The ambitious shale gas business of Reliance Industries (RIL) in the US faces a fresh set of challenges as natural gas prices fall under $2 a million British thermal unit (mBtu). The operation becomes completely unviable in a low gas price scenario because of the higher cost of production. Analysts expect that gas prices may not move up in the next couple years.
RIL's shale gas volumes were higher by 20 per cent in the December quarter, compared to September quarter as new wells put on production in its assets - eight blocks in Marcellus and 13 in Eagle Ford. The company expects more volumes in the January-March period. The blended realisation is 12 per cent higher quarter-on-quarter and 28 per cent lower year-on-year.
The US shale volume fell 32.4 per cent to 94.5 Billions of Cubic Feet Equivalent (Bcfe) during the last financial year. The company has generated a revenue of $64 million in the December quarter, but posted an EBITDA (earnings before interest, tax, depreciation and amortisation) loss of $7 million. The losses reduced by $12 million quarter-on-quarter.
RIL said that it had better operational performance in terms of costs, production and cycle time in Eagle Ford. But the development activity has slowed down in Marcellus. It has two joint ventures for shale gas exploration and production. In the first JV, Pioneer Natural Resources holds 46.4 per cent stake, while RIL has 45 per cent. Chevron Upstream Northeast holds 60 per cent stake in the second JV, in which RIL's stake is 40 per cent.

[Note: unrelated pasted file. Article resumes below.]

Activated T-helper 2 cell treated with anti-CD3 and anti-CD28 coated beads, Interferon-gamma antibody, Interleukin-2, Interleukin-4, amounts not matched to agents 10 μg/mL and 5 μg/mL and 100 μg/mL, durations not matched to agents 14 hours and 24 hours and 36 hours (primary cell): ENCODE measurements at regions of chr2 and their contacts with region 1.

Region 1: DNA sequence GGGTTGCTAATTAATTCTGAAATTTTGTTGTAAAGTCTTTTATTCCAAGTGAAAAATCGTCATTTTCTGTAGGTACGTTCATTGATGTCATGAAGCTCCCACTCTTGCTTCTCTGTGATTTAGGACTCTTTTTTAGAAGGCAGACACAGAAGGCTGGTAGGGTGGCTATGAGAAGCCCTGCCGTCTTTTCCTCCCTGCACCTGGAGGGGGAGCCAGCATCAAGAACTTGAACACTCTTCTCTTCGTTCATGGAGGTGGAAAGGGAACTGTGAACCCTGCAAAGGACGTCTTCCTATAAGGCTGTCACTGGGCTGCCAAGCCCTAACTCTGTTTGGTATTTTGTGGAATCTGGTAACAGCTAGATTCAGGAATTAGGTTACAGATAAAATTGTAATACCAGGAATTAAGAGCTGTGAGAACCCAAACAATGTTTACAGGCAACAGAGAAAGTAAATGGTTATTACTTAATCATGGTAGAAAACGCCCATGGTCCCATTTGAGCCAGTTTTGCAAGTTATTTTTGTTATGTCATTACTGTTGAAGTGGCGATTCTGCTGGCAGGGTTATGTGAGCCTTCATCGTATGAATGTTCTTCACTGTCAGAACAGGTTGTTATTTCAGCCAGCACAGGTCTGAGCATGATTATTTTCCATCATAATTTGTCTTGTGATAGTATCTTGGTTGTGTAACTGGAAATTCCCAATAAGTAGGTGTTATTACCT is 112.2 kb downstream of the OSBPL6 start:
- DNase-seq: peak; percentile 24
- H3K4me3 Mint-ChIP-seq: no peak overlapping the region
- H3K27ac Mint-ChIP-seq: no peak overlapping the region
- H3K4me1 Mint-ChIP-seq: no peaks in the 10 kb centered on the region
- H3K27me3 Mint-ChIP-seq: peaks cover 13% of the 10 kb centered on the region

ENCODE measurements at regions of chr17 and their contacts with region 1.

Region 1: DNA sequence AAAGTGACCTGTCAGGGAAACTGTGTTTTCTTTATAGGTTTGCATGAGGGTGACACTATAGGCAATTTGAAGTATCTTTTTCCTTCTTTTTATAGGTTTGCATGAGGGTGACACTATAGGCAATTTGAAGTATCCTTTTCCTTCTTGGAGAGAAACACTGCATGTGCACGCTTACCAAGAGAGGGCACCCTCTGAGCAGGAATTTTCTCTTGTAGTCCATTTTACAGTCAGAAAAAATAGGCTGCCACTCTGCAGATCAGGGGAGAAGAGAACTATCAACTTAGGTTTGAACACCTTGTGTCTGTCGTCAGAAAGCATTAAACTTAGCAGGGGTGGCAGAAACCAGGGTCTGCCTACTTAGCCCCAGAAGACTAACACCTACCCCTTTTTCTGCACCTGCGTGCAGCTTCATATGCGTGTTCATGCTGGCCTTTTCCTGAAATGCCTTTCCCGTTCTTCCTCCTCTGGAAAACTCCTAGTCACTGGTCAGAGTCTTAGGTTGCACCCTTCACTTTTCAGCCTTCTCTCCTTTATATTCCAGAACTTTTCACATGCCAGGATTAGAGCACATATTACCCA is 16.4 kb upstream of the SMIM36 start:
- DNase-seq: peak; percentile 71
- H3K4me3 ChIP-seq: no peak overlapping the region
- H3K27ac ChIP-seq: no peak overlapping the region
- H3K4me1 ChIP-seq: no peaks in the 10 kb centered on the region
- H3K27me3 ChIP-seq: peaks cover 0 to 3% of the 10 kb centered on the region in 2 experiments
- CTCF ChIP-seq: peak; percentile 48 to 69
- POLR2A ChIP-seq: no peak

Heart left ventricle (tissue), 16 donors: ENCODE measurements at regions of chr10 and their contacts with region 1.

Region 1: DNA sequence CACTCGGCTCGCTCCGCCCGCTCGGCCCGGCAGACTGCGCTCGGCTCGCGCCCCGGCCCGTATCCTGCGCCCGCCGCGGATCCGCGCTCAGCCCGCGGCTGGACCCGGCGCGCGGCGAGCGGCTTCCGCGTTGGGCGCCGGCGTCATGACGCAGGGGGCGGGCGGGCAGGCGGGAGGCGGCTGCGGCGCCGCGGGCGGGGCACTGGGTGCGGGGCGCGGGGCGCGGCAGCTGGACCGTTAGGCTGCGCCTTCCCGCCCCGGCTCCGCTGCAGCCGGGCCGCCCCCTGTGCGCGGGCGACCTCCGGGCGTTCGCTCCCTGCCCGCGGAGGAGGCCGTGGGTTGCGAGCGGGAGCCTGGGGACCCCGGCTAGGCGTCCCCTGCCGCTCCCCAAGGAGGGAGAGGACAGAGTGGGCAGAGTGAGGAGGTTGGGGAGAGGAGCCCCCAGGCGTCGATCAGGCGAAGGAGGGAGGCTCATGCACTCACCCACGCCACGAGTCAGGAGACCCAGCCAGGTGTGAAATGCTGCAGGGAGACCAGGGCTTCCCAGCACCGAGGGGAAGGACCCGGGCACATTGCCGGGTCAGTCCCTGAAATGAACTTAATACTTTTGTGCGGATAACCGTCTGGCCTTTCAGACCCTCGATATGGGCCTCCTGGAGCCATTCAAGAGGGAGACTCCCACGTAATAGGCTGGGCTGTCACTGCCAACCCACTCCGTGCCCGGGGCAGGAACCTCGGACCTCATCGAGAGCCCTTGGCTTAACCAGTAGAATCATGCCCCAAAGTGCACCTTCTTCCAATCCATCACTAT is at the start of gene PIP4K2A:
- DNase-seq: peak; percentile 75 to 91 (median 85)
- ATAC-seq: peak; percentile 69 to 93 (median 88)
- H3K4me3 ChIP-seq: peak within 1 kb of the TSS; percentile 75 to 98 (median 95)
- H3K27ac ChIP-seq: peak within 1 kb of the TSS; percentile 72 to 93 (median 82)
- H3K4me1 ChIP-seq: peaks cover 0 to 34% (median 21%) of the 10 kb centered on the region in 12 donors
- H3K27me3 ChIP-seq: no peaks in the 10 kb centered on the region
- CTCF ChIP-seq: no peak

"Reliance continues to focus on value preservation in the shale gas business. In this regard, the company is restructuring its shale gas assets through cross-border merger of Reliance Holding USA Inc (RHUSA) with RIL," the company said in the last annual report.
The lower natural gas prices have hit the shale gas drillers in the US hard. Analysts say the problem will deepen as the gas glut wears on longer. The New York Mercantile Exchange (NYMEX) natural gas prices have been trading below $2 a mBtu since January, leading to a selloff in the sector.
RIL, which was at one point of time bullish on shale gas and invested around $5 billion, has pruned its interest in the last four years because of weak crude oil prices that affected its financial performance. In June 2015, RIL sold its Eagle Ford (EFS) midstream joint venture with Pioneer, realising $1 billion from the sale. In 2016, RIL sold a shale gas block for $126 million - a third of the price it paid to buy nine years ago. In the third deal, it sold assets in Texas to Sundance Energy for $100 million in 2018.
The present situation is worse as a major shale gas producer, Noble Energy took a $1.1 billion write-down in its natural gas assets in Eagle Ford, resulting in a quarterly loss of $1.21 billion.
RIL and Chevron had adopted a zero drilling strategy to conserve cash and cut the losses about three years ago, but the joint venture resumed drilling about a year back. RIL had been bullish on shale gas until late 2014 when crude oil prices started falling. The shale gas blocks had suffered as they are economically viable only when prices are above the $3-4 per mBtu threshold.
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